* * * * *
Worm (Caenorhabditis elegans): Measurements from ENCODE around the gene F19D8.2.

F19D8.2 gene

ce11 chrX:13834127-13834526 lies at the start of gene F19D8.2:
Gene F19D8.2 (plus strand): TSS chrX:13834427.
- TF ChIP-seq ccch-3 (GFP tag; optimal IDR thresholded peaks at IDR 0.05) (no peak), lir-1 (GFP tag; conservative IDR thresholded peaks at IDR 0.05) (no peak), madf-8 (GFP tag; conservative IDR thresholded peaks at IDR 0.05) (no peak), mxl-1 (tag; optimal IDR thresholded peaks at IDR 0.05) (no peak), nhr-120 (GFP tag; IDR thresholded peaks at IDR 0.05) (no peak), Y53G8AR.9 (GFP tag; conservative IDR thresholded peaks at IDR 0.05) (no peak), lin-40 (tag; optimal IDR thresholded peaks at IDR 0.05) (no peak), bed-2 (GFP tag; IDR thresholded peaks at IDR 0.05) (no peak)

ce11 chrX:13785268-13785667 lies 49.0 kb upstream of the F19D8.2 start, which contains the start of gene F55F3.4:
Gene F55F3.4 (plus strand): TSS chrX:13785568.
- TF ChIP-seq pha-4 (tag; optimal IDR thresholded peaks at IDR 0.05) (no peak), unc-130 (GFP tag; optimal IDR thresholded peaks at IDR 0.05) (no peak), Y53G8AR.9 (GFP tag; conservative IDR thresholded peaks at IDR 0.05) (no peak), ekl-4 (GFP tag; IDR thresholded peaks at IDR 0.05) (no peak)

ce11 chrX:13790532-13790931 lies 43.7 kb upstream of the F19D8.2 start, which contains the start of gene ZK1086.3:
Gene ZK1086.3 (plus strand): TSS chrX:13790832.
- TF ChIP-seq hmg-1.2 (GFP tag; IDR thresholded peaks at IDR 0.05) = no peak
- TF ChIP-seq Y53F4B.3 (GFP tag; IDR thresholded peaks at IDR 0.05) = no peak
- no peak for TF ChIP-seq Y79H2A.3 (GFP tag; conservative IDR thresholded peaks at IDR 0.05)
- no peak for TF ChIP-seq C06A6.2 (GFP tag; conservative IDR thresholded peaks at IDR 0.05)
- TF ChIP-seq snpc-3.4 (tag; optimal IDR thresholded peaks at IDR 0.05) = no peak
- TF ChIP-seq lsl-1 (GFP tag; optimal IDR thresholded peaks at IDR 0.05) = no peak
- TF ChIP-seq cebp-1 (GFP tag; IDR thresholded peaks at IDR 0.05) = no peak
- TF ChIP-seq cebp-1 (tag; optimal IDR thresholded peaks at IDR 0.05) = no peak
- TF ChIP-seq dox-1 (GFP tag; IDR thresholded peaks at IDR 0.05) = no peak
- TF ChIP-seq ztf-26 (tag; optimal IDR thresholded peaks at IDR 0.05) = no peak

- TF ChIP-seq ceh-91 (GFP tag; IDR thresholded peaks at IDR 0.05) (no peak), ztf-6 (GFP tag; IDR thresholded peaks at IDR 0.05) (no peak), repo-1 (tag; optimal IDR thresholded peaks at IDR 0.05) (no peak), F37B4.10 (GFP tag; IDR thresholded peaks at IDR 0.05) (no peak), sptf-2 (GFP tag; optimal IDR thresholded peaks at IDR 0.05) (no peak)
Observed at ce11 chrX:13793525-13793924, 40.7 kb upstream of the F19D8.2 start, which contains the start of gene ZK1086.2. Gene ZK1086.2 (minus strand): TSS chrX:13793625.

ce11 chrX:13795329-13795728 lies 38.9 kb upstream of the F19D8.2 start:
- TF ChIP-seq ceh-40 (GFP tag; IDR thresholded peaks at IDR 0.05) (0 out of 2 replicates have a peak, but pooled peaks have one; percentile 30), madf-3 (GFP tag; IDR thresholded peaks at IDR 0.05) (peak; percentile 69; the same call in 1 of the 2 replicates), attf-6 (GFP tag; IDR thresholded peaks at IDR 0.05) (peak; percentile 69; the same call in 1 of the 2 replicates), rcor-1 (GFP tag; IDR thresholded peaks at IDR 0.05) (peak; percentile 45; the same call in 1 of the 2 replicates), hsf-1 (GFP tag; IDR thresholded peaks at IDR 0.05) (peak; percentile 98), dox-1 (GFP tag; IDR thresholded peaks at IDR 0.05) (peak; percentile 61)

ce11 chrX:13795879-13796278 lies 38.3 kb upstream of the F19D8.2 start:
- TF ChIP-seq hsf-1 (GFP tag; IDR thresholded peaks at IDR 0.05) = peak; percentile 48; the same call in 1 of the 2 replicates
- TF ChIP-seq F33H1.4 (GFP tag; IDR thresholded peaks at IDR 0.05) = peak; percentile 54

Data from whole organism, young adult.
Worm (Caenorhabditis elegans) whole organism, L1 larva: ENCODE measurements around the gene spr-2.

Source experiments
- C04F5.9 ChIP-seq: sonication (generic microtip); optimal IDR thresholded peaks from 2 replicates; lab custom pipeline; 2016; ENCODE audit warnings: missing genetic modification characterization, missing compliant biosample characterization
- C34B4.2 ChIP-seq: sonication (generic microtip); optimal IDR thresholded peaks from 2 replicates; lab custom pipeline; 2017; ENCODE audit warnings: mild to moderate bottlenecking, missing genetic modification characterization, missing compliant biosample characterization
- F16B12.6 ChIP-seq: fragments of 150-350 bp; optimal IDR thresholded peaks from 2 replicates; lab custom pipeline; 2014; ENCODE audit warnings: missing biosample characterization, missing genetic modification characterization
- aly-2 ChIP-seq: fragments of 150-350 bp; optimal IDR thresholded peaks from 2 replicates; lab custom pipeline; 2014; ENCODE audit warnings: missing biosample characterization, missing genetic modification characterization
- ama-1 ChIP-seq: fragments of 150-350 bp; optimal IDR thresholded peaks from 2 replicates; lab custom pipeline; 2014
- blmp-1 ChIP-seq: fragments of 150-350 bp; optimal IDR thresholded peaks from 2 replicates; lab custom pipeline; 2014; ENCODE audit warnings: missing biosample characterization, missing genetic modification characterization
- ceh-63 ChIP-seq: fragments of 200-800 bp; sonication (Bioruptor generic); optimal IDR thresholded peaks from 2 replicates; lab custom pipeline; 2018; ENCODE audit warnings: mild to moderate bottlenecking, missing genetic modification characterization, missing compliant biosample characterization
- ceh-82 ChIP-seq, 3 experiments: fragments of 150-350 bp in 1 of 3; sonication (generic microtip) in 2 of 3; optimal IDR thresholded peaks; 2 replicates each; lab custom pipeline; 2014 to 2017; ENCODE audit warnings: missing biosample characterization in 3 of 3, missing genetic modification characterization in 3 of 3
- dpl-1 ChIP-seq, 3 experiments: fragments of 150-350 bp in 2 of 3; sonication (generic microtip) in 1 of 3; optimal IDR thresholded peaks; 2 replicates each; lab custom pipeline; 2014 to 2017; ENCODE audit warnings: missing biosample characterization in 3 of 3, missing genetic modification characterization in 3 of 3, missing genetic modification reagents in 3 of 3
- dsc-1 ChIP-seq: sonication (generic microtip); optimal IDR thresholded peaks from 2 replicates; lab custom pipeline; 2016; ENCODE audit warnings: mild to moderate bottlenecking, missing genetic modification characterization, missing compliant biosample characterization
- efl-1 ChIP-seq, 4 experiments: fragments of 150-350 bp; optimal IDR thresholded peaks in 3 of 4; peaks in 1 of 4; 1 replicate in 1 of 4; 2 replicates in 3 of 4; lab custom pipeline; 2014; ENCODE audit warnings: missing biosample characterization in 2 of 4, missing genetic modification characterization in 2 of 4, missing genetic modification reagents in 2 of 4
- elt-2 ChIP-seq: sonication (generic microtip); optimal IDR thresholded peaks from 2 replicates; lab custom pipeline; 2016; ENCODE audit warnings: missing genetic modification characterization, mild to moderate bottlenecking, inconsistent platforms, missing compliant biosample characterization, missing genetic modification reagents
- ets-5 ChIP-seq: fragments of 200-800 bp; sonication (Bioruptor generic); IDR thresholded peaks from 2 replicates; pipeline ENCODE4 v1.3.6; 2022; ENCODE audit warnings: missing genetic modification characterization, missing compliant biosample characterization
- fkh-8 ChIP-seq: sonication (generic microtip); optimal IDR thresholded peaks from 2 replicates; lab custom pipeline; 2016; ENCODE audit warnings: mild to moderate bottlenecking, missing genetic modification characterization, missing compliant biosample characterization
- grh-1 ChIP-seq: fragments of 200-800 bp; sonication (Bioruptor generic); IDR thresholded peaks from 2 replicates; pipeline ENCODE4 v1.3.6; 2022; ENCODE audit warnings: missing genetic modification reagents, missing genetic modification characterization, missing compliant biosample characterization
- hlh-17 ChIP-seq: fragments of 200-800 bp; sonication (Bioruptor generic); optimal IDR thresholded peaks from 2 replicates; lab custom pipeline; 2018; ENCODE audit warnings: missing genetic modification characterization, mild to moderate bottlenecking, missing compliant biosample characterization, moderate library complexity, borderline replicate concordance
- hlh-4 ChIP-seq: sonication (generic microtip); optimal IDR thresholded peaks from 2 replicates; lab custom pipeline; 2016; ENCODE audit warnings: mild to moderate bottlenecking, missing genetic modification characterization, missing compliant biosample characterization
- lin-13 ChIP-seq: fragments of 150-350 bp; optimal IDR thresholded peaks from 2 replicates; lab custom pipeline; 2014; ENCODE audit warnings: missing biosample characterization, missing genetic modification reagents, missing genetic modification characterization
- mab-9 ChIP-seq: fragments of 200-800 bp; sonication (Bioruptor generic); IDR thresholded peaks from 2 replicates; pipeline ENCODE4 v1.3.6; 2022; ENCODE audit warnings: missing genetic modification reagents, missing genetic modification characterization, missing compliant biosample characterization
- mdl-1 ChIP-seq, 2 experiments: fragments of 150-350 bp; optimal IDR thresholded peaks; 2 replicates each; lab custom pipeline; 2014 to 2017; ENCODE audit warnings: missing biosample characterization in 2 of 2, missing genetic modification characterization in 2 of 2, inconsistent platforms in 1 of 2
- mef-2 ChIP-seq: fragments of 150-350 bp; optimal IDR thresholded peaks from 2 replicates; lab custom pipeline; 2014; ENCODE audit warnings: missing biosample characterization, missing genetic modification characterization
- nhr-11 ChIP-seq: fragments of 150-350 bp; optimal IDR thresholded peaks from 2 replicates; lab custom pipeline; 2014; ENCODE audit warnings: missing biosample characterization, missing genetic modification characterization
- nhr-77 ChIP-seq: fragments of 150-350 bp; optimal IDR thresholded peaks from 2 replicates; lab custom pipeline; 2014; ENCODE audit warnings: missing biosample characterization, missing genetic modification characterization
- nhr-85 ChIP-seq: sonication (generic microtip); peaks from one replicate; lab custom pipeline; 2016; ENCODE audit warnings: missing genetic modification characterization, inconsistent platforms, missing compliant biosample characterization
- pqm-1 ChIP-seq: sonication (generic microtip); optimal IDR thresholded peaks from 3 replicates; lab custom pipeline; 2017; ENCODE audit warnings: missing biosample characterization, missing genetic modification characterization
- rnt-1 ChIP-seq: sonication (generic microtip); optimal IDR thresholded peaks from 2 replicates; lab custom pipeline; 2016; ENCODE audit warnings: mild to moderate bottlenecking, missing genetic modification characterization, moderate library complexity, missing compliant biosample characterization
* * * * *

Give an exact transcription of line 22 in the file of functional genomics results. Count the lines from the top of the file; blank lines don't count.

Observed at ce11 chrX:13793525-13793924, 40.7 kb upstream of the F19D8.2 start, which contains the start of gene ZK1086.2. Gene ZK1086.2 (minus strand): TSS chrX:13793625.